If you would like to share your experience, please join Rare Patient Voice at www.rarepatientvoice.com/sign-up.

This is a sponsored post. CLICK HERE to learn more about sponsored posts.

Just the Numbers

Communities: 34

Friends: 30,000+

AVM FUNDRAISER A HUGE SUCCESS

Last month, AVMSurvivors.org launched a Indiegogo fundraiser to help upgrade their community.  The community raised over $2,000, smashing the goal of $500.  Amazing stuff.

If you would like to launch a fundraiser for your community, we can take care of the details.  Just email Todd Hall at todd@bensfriends.org.

How You Can Help

If your community has made your life a little better and you would like to give back, here are some ways you can help.  Email volunteer@bensfriends.org to get started.

Become a Community Greeter

  • Say hello to new members and be available to answer any questions they may have. (0-1 hour per week)

Become a Community Moderator

  • Organize discussions and help make sure the community warm and friendly for everyone. (2-3 hours per week)

Write a Newsletter

  • Write content for our quarterly newsletter or for one of our monthly newsletters. (1-2 hours per week)

Manage Social Media

  • Post inspirational content to thousands of followers on our Twitter and FB pages. (1-2 hours per week)

Email volunteer@bensfriends.org if you have some spare time and would like to give back to patients.

Contact Us

www.BensFriends.org

info@bensfriends.org

 

BioBlast Matches Up To $5,000 In Donations To Help Build A New Home For Ben’s Friends

BioBlast Pharma will match each dollar up to $5,000 donated to Ben’s Friends for the migration of the Oculopharyngeal Muscular Dystrophy (OPMD) and Spinocerebellar Ataxia Type 3 (SCA3) patient communities to a new online platform. BioBlast is a clinical-stage global pharmaceutical company focused on the research and development of treatments for people living with rare diseases.

“We are focused on improving the lives of people suffering with symptoms of rare genetic diseases, like OPMD and SCA3,” stated Paul Firuta, Chief Commercial Officer, BioBlast, “and are excited about the opportunity to support Ben’s Friends in creating a new online homes for the OPMD and SCA3 communities.”

Ben’s Friends is hoping to complete the migration of the OPMD and SCA3 communities early 2016.

CMX Hub Features Ben’s Friends

Ben’s Friends co-founder Ben Munoz shared in CMX Hub how to build trust from patients with rare diseases.

According to Munoz, making members feel welcomed is key. The welcome is the most important piece of the community membership cycle. When a new member joins, they are warmly greeted by lots of veteran members who trusted the community and so new members feel the warmth and friendliness. Read more from this article.

Is the Price of Generic Drugs in the US Going Up?

A 1000% price hike in the cost of generic drugs? Can that be true? According to this recent article from the AARP Public Policy Institute (PPI), 27% of the generic drugs prescribed last year went up in cost. Follow this link for the full story:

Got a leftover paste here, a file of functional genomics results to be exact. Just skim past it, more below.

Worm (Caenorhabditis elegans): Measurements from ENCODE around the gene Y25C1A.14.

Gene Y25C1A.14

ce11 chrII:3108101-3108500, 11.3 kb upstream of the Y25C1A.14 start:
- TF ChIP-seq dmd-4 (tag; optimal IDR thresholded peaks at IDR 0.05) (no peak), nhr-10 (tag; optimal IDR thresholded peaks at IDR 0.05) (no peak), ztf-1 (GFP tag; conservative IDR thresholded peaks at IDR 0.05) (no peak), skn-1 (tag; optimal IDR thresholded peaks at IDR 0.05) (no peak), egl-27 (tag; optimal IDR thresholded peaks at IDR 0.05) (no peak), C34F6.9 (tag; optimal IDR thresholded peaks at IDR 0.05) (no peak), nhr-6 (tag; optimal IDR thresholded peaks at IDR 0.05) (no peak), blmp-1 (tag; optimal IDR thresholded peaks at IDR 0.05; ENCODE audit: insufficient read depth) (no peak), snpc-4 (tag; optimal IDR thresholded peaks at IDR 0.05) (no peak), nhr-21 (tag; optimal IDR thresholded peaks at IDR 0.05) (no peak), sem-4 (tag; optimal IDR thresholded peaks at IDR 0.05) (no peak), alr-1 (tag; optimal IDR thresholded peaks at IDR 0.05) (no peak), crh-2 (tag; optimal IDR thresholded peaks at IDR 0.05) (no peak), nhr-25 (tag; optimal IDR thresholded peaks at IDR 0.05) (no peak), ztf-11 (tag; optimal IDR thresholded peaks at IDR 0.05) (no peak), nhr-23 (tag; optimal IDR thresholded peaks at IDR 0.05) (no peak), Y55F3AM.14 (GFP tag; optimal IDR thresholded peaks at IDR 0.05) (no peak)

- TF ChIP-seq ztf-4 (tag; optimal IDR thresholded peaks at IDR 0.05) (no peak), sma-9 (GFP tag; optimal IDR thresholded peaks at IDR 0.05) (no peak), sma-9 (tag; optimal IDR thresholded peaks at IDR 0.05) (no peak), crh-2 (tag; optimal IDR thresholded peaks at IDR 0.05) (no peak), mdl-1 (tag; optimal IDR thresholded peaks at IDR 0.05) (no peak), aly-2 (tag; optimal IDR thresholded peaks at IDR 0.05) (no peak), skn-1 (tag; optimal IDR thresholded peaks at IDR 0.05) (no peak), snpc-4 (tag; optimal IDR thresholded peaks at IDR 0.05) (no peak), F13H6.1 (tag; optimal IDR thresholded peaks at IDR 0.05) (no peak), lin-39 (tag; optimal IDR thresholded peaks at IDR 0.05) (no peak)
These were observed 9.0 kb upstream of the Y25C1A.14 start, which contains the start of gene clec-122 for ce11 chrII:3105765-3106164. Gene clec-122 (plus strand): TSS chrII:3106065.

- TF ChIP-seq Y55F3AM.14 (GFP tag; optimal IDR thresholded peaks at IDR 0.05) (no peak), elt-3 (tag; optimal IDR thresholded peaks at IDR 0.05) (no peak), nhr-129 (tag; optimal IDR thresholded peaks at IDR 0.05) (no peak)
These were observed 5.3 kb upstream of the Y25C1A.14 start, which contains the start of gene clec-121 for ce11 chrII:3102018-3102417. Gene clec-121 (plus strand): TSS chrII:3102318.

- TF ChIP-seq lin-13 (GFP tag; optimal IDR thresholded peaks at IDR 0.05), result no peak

The Cost of Generic Drugs Spike

http://www.aarp.org/health/drugs-supplements/info-2015/prices-spike-for-generic-drugs.html

How Can I Help?

Thanks for your interest in making a difference. On behalf of anyone living with a rare disease, we thank you.

Ben’s Friends is a 501(c)(3) non-profit, and your donations is tax-deductible.

1. Help a Friend or Relative: if you know someone with a rare disease, forward them our web site or ask them to contact us at info@bensfriends.org

2. Connect Us: if you have a connection you think would be interested in helping us or partner with us (PR consultants, reporters, medical professionals, hospitals) please let us know at info@bensfriends.org.

3. Help Spread the Word: help us spread the word about BensFriends.org or a specific patient community. Follow us on Twitter at (@bensfriends). If you have marketing or PR expertise, we would love to hear your ideas about ways to spread the word and help more people. Contact us at  info@bensfriends.org.

4. Help Us with PR: our biggest need is to get this story in front of reporters and bloggers. If you have a blog, blog about us. If you know a blogger, send them a link to our web site.

5. Help Us Increase Our Google Rank: most people find us via Google. If you operate a web site, linking to BensFriends.org helps make our patient communities easier to find for the patients who need us.

6. Ben’s Friends is run by an army of volunteers and relies on donations to fund operations. Please click here to make a contribution.

7. If you shop on Amazon, please sign up for their Smile program that gives money back to Non Profits (at no cost to you). Go to Smile.Amazon.com, choose “Bens Friends” (Houston) as your charity of choice, then whenever you shop on Amazon make sure to go to Smile.Amazon.com and help thousands of rare disease patients at BensFriends.org.www.youtube.com

 

Member’s Talk

“I’m excited to be representing such a great organization like Ben’s Friends. Ben’s Friends has helped so many, and we’d love to know how we’ve helped you, too. We’ve seen the numbers grow and grow. Since our first year, our membership has increased from 23 to 50,946! In just the last 5 years our membership has increased an amazing 620%.

We look forward to helping many others, and we can do so with your help and support.”

NEW Executive Director of Ben’s Friends Gretchen Flatau

Continue reading “Member’s Talk”

Mark Krueger and Associates,Inc Blog Featured Ben’s Friends

Mark Krueger & Associates, Inc., one of the leading consultant to pharmaceutical, biotech, device and diagnostic companies features Ben’s Friends. John Stamler, Ben’s Friends Board Member, contributes on MK&A page as guest blogger. Stamler wrote that Ben’s Friends patient communities ensure that everyone in the world with a rare disease has a safe place to go and connect with others like them.